I have mentioned this before: I see people as leaning towards arts or business. Those who gyrate towards the arts are dreamers(with a certain personality type I think INFP). I am one. But one also needs the skills of a rational businessman aka the Doer. We must learn to combine them.
Just by looking at your face I think you are a dreamer(living in Portland helps), and you’ve learnt to combine the doer aspect of things. Bravo!
Dylan Schmidt says
I think everyone who reads this blog would agree with you that we are losing happiness as we multitask more and more and are flooded with information every waking moment. That’s a huge reason we are here!
Sandra and I have really learned about balancing each other so we can each be dreamers and doers. Portland is the only city I will ever live in, it absolutely facilitates our dreams.
Just wanted to say your blog is awesome and inspiring and as someone who is trying to open a float center it has helped me a lot in figuring out how I would want to run my own float center one day. Your commitment to the community over anything else is something we need more of everywhere.
Dylan Schmidt says
Ah, thank you so much Harrison! Good luck in your journey.
i am in the process of opening in may 2014. in southeast texas. in this area folks work tough jobs- stressful jobs. so for me price was a concern. i think i have had a eureka moment- 20% off first float and 20% off each float each referral.
really appreciate all your info!
thanks for all your hard work!!
Amy Grimes says
We get people asking us on a weekly basis, how to open a float center in TN. Most of these are people who have never floated or seen a float tank. Even more are people who have no business background or any experience starting a business. Our biggest piece of advice is buy a float tank, get as many people into it as possible and learn how to maintain it properly for about a year.
Mark and I did our research, studied centers, bought a tank and learned how to maintain it, spent a year and a half educating the department of health and navigating through government channels. I learned pool regulations so well I could quote them to the people enforcing them. I can fix pipes, prime pumps and do basic maintenance on tank and pool equipment. I invested $20,000 of my own money before we even had approval to open a float center. Thanks to regulations, a carefully planned budget almost doubled in reality. It has been a tough (but amazing and rewarding) year.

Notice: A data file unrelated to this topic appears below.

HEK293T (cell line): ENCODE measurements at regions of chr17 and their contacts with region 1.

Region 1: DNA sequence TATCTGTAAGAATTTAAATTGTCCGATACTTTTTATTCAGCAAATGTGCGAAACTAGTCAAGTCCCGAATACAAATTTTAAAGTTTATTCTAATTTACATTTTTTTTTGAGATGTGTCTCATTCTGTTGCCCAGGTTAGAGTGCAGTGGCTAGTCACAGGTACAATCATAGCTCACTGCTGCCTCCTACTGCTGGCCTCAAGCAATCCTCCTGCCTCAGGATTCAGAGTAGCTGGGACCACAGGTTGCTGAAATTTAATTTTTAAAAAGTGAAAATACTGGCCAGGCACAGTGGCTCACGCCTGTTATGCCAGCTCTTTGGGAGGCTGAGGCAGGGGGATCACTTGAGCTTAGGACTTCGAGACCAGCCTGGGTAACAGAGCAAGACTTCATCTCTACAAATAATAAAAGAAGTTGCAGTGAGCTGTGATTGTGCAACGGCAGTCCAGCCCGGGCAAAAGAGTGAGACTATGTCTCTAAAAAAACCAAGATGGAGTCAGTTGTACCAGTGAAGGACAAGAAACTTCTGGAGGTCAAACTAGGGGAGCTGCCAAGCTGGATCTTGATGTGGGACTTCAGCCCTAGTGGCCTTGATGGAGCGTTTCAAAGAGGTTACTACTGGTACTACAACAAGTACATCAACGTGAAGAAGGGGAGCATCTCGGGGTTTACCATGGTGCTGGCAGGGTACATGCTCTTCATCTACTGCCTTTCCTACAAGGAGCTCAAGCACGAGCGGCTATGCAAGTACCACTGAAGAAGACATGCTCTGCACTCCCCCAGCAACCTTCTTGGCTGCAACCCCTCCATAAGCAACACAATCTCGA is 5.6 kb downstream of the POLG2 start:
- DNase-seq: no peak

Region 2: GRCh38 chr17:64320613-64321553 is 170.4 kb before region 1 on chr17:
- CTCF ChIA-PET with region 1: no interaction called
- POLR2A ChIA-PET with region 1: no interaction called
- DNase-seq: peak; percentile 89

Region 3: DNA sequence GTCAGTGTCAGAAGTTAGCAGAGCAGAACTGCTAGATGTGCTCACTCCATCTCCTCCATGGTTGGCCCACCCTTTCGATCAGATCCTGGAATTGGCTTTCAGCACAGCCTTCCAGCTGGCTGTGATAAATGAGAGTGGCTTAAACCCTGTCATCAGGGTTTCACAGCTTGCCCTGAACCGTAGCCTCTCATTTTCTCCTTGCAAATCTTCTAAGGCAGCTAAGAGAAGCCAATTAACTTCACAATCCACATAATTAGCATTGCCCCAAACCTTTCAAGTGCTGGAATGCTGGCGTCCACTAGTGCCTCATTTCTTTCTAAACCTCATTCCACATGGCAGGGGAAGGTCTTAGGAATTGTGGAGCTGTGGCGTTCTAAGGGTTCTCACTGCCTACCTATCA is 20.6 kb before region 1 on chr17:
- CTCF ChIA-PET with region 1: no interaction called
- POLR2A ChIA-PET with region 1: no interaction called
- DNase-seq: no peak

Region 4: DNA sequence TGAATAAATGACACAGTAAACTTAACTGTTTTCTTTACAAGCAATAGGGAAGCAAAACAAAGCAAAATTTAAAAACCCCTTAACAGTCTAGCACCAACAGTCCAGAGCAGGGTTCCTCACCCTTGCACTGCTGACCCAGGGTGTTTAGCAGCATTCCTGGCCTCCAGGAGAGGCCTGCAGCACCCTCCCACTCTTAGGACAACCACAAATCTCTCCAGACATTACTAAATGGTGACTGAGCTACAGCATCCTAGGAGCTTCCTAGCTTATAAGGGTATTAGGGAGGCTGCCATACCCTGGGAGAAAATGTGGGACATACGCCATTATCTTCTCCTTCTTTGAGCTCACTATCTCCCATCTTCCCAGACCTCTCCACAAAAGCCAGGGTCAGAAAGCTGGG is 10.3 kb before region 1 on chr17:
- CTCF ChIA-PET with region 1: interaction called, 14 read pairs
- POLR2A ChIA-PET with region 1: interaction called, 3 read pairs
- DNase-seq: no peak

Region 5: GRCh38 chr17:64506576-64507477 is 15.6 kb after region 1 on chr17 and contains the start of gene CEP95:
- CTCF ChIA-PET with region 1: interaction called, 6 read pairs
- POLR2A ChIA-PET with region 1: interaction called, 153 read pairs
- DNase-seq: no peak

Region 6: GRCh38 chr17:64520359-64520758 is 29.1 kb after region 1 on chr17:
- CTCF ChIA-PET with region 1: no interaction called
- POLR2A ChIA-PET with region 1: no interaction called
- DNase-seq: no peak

So many people we talk to perceive this as an “easy” business. Put in some tanks, put lots of people through and rake in the bucks. And in some states it is easier than others. In ours, not so much. And I tell people that – not with the intention to discourage, but the hopes that the truly passionate ones, with their hearts and expectations in the right place, will make their dream a reality and create a high quality float experience. And when they do it, they are so prepared that they get to the other side thinking it was easier than they expected. We all win when that happens.
Thanks for putting out such good food for thought, Dylan! You are shaping the way peeps see their float centers in such a positive way.
John Lanier says
Amy, Thank you for posting. My wife and I are getting the bug to start a float business. We personally love floating and think we live in an area ( Fort Collins Colorado) that is ripe for the experience. Would love to have the chance to talk to you sometime. Is there a way to contact you other than this site ?
My wife has a blog site(see below) and is on facebook as am I. Perhaps we could start there. Again thank you for your time.
John and Johnnie Lanier
Exciting stuff! I am happy to chat. We can arrange time via phone or skype or simply feel free to send questions via email. You can reach me at amy at float nashville dot com.
Good article Dylan, and good points brought up by others.